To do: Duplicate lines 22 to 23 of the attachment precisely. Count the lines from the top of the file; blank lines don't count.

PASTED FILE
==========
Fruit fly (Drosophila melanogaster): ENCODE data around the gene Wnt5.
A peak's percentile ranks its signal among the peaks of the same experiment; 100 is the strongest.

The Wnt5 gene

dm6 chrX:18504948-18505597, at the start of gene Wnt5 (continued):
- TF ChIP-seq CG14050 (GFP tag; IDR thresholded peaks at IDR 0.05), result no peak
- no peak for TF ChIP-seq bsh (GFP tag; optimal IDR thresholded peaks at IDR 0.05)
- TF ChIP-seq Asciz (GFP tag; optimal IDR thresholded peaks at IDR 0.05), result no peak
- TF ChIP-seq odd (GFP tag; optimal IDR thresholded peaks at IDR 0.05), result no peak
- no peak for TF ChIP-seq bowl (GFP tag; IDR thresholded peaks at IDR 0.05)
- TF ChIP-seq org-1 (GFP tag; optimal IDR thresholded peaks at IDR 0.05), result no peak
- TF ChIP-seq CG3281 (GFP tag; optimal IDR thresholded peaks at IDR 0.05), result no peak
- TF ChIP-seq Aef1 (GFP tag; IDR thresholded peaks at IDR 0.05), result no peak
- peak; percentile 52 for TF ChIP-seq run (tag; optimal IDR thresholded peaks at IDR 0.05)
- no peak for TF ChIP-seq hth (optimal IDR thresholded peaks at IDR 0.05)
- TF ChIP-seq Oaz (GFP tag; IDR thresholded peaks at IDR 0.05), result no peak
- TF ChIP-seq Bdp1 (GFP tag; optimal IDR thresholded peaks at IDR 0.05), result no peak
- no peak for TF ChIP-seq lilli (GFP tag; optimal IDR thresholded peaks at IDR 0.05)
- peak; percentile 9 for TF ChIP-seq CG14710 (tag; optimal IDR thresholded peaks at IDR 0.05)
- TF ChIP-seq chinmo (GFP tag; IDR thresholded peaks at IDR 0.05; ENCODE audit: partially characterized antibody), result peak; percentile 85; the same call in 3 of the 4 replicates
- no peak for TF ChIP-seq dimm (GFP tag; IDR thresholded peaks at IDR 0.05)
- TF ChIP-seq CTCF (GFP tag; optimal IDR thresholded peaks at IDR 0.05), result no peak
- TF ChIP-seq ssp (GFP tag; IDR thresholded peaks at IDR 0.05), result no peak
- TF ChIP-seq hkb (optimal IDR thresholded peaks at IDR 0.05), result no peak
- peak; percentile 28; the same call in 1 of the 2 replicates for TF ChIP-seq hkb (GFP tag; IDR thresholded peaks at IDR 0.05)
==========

- TF ChIP-seq ssp (GFP tag; IDR thresholded peaks at IDR 0.05), result no peak
- TF ChIP-seq hkb (optimal IDR thresholded peaks at IDR 0.05), result no peak